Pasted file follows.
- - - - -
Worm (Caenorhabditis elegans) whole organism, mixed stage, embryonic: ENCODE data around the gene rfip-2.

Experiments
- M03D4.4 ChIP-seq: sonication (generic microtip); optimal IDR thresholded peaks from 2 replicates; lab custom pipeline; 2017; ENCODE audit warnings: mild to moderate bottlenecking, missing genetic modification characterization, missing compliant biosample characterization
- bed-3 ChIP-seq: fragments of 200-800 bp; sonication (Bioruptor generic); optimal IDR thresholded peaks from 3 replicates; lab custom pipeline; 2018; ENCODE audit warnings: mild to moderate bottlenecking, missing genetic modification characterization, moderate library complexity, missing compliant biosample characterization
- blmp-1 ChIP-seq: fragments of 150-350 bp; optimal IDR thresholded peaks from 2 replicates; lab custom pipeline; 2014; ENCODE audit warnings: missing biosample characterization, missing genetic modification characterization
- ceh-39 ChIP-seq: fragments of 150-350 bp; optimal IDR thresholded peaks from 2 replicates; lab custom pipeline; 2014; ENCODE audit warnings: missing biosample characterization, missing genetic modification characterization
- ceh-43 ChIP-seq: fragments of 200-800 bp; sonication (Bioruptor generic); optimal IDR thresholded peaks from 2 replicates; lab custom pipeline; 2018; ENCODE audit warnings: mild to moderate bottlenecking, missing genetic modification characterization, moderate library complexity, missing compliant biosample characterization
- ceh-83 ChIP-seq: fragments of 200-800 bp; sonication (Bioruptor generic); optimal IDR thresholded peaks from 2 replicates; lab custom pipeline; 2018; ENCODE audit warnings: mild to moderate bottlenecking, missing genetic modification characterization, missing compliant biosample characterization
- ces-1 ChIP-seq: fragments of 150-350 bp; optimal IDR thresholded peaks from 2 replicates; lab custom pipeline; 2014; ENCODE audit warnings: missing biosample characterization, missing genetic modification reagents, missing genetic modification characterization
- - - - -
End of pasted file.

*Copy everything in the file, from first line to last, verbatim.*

Worm (Caenorhabditis elegans) whole organism, mixed stage, embryonic: ENCODE data around the gene rfip-2.

Experiments
- M03D4.4 ChIP-seq: sonication (generic microtip); optimal IDR thresholded peaks from 2 replicates; lab custom pipeline; 2017; ENCODE audit warnings: mild to moderate bottlenecking, missing genetic modification characterization, missing compliant biosample characterization
- bed-3 ChIP-seq: fragments of 200-800 bp; sonication (Bioruptor generic); optimal IDR thresholded peaks from 3 replicates; lab custom pipeline; 2018; ENCODE audit warnings: mild to moderate bottlenecking, missing genetic modification characterization, moderate library complexity, missing compliant biosample characterization
- blmp-1 ChIP-seq: fragments of 150-350 bp; optimal IDR thresholded peaks from 2 replicates; lab custom pipeline; 2014; ENCODE audit warnings: missing biosample characterization, missing genetic modification characterization
- ceh-39 ChIP-seq: fragments of 150-350 bp; optimal IDR thresholded peaks from 2 replicates; lab custom pipeline; 2014; ENCODE audit warnings: missing biosample characterization, missing genetic modification characterization
- ceh-43 ChIP-seq: fragments of 200-800 bp; sonication (Bioruptor generic); optimal IDR thresholded peaks from 2 replicates; lab custom pipeline; 2018; ENCODE audit warnings: mild to moderate bottlenecking, missing genetic modification characterization, moderate library complexity, missing compliant biosample characterization
- ceh-83 ChIP-seq: fragments of 200-800 bp; sonication (Bioruptor generic); optimal IDR thresholded peaks from 2 replicates; lab custom pipeline; 2018; ENCODE audit warnings: mild to moderate bottlenecking, missing genetic modification characterization, missing compliant biosample characterization
- ces-1 ChIP-seq: fragments of 150-350 bp; optimal IDR thresholded peaks from 2 replicates; lab custom pipeline; 2014; ENCODE audit warnings: missing biosample characterization, missing genetic modification reagents, missing genetic modification characterization